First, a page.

Company: Blackmagic Design
Model: Video Recorder
Blackmagic Design Video Recorder with H.264 Encoding
First things first: for those of us with certain video devices that output component video, Blackmagic Design's Video Recorder ($149) for Mac users can be a godsend. It's a tiny USB dongle with five female RCA-style inputs permanently wired in, two for audio, and either one or three for video. Connect a standard yellow composite video plug to the green port to record from most video sources, or hook up the red, green, and blue video connectors to component video sources. Support for the fading S-Video format is also possible via an optional adapter. A USB extension cable is included in the package.
Recording from all of these sources is handled through a CD with included software, developed by Blackmagic, which transforms your output into iTunes-ready H.264 files. The software is cleanly laid out, fairly easy to use, and can run in the background while you’re doing other things. It supports 720x480 resolution—enough for DVD transfers—and brightness, color, and contrast adjustments, as well as stereo audio input. You can set it for specific Apple devices, such as iPods, iPhones, or Apple TV, select varying bitrates, do timed recordings, minute- or Megabyte-chunked recordings, and export directly into iTunes.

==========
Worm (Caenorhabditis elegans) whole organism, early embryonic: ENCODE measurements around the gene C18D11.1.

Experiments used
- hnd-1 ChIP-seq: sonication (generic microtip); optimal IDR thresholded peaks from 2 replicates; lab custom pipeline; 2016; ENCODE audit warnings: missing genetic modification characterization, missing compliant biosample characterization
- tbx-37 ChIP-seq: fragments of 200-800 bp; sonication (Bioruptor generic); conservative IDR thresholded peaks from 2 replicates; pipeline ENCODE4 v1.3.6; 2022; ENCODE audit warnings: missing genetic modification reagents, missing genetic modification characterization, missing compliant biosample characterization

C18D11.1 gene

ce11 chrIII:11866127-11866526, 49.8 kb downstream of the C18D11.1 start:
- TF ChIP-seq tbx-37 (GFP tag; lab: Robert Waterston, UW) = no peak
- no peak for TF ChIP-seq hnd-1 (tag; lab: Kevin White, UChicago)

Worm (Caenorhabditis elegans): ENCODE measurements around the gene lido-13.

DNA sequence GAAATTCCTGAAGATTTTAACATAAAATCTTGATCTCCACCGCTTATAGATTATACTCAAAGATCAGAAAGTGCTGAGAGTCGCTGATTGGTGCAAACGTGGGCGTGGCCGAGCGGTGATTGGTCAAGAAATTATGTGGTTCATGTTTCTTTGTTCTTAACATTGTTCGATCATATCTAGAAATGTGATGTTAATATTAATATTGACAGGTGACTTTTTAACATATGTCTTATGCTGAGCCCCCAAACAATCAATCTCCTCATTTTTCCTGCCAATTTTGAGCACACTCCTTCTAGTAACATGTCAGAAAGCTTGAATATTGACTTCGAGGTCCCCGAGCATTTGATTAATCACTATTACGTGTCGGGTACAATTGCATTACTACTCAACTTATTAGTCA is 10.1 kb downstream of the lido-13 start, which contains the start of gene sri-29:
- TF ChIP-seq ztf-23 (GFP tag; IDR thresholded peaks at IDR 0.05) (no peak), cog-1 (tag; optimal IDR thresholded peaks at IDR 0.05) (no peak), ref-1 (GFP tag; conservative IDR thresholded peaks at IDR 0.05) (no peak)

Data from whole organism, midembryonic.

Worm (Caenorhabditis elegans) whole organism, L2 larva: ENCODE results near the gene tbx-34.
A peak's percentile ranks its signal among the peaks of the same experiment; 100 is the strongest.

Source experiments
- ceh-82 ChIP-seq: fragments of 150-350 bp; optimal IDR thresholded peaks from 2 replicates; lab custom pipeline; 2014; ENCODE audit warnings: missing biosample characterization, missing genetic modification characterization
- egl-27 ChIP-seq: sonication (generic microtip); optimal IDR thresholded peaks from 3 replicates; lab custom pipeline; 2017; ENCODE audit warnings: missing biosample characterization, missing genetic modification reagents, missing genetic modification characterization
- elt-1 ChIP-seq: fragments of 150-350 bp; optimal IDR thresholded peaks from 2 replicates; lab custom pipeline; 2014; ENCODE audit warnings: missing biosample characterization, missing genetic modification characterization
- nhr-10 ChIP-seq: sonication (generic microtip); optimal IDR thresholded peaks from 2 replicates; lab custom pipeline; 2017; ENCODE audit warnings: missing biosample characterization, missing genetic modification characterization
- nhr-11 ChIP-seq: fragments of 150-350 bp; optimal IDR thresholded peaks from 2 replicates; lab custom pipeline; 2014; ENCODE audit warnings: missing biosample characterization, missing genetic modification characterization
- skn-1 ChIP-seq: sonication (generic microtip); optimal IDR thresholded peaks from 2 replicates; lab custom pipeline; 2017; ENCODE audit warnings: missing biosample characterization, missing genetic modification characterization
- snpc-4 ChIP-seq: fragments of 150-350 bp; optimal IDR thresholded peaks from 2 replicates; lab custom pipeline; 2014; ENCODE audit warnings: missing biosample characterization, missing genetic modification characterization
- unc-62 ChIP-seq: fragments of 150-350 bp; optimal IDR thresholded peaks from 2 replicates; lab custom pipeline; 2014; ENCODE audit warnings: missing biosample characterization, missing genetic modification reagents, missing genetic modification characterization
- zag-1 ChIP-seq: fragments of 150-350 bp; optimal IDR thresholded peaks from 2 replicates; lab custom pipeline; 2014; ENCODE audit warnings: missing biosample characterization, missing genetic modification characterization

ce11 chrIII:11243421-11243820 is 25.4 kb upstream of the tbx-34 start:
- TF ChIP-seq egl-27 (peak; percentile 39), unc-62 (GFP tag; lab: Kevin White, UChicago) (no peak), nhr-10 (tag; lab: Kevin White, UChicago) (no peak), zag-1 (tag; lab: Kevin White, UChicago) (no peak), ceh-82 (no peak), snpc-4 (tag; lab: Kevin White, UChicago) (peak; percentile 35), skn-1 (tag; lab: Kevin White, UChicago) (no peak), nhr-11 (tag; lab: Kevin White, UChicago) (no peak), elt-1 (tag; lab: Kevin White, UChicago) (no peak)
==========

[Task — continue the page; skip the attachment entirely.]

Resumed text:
To be clear, one of Video Recorder’s cool features is its ability to make backups of whatever video content you may have on a 480i or lower-resolution analog video source. Connect most camcorders, iPods or iPhones, for instance, and you can create a duplicate of whatever they’re playing back. As soon as the recording has finished, the H.264 file is sitting there ready for you to play on an iPod or iPhone without additional transcoding.
The software does have some issues, however. Rather than offering its own adjustments for aspect ratios, it relies on the video source to feed it a 4:3 picture, and lets you use cropping bars to trim off whatever part of the image—letterboxes—you don’t want. In the case of an Apple TV outputting a video to the Video Recorder, the aspect ratio was off and apparently uncorrectable, so the video was stretched to incorrect proportions. On a related note, when the Apple TV attempted to output to the device in any resolution save for 480i, the Video Recorder couldn’t recognize its video properly; even 480p signals didn’t work. Consequently, we couldn’t get the now 480p-capable iPhone 3GS to put out a compatible video signal, and high-definition-only devices will be non-starters given the 480i cap. While we’re hoping that this is something that can be resolved in a software update, none has yet been released by Blackmagic Design.
For the time being, the Video Recorder offers a partial solution to the needs of Mac and iTunes users with component video outputting devices, as well as users with composite or S-Video devices. With a few tweaks to its resolution and aspect ratio functionality, it could be more worthy of its $149 asking price, but in its current form, it’s a handy if imperfect tool for users of certain types of video creators to have in their arsenals.